In cases where a person doesn't qualify for the Veterans Independence Program, you will find if they contact the Legion, the Legion will get somebody out there to do it for them. I know that's what happens out my way, I know it happens out Jack's way.
MR. DOOKS: Just in conversation, it seems to me that the local Legions are filling the gaps. To me, there should be a strong policy in which manner that the veterans and the spouses of veterans should be treated. We almost should have that policy there that when there's an issue we should be able to say okay, I know this issue would be covered under Veterans Affairs, bang, clear as mud to me. Unfortunately, that's not the way it is because I'm always searching to find out what is covered, what isn't covered, so of course . . .
MR. WILLIAM ESTABROOKS: Clear as glass.
MR. DOOKS: Mud is the other one. The thing is I always have to go back to the Legion to have them fill in the gaps. I'll just tell you a little story, as well, that disturbed me not too long ago. I was speaking . . .
MR. CHAIRMAN: Mr. Dooks, if we could be rather concise, we have two other presentations and I don't want to cut anybody off but if we could just make the questions as concise as we could so we can move along.
MR. DOOKS: Thank you, Mr. Chairman, I seem to be on a roll this morning, I apologize for that. Here's the question, I would like to know exactly what Veterans Affairs Canada provides for our veterans and our veterans' spouses? I would like to know what are the main problems that our veterans are facing so that I could identify them and work with that? If it's housing, if it's show shovelling, if it's whatever because I'm so unclear about that whole issue. So, as a Provincial Command or Dominion Command, you must have the five basic issues in which Veterans Affairs is not serving you well.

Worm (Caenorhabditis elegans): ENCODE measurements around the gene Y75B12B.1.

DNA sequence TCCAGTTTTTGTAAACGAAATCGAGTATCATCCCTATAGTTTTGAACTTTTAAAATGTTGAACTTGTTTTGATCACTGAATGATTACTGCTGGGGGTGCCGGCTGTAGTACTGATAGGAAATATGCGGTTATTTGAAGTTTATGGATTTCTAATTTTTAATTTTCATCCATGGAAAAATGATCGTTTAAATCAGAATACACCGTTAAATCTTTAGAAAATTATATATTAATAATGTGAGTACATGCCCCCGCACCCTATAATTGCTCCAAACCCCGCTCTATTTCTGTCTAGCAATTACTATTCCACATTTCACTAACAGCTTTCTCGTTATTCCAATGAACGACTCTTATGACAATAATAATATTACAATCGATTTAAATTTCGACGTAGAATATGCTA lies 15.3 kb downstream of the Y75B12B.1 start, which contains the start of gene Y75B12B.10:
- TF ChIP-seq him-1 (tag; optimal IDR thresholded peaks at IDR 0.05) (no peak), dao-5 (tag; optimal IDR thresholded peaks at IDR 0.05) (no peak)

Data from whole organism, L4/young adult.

MR. BARNES: All that information is available through Veterans Affairs, sir. If you wish, I'll get Frank to obtain copies. If everybody else would like copies, we'll get everybody copies because all of that information is available. It is constantly changing because we are constantly going after them for change. We have a convention coming up and have resolutions that go to our convention, that eventually go to the Dominion convention which is next year, and they go after the government from there and VAC. So we're constantly after them, constantly looking for changes.
Another big change that just came through not too long ago - especially good for veterans - that a veteran with a pension, I believe, over 48 per cent - a war veteran now has
all medical expenses paid for them, but I'm waiting until they include ex-service personnel in that and then I'll have everything paid for.
There is still a lot of things that I find hard to deal with, a lot of things they won't listen to you on, I could tell you a few stories, even on my own case.
MR. DOOKS: Those are the stories I'm looking for because these are the stories that I hear in my constituency and this is why I'm rather confused this morning. When I hear certain stories, I like to know that indeed the people are following appropriate policy, if those things are in place for the veterans, whatever. I'm just going to be one second and then I'll shut her down.
MR. CHAIRMAN: Don't forget to thank your producer, George Canyon, and the Lord before you finish, Mr. Dooks.
MR. DOOKS: Thank you, Mr. Chairman, and I do respect you, sir. A veteran passed away in our community the other day, a very well-respected person. His wish was to have the Union Jack draped over his coffin. The Legion made that possible. At the end of the ceremony, the Union Jack was presented to the veteran's spouse. Later on, the Legion that had ordered that particular flag from a place was billed for that flag for that veteran. Of all the things I've heard and all the things that we've tried to do, to me that was very disrespectful. As a matter of fact, they would want the Legion to go to the spouse and pay for the flag but instead the Legion, in their good graces, will pay for the flag themselves. These are the stories that are still out there.
MR. BARNES: We're always doing that, sir.
MR. DOOKS: But you understand how that sounds.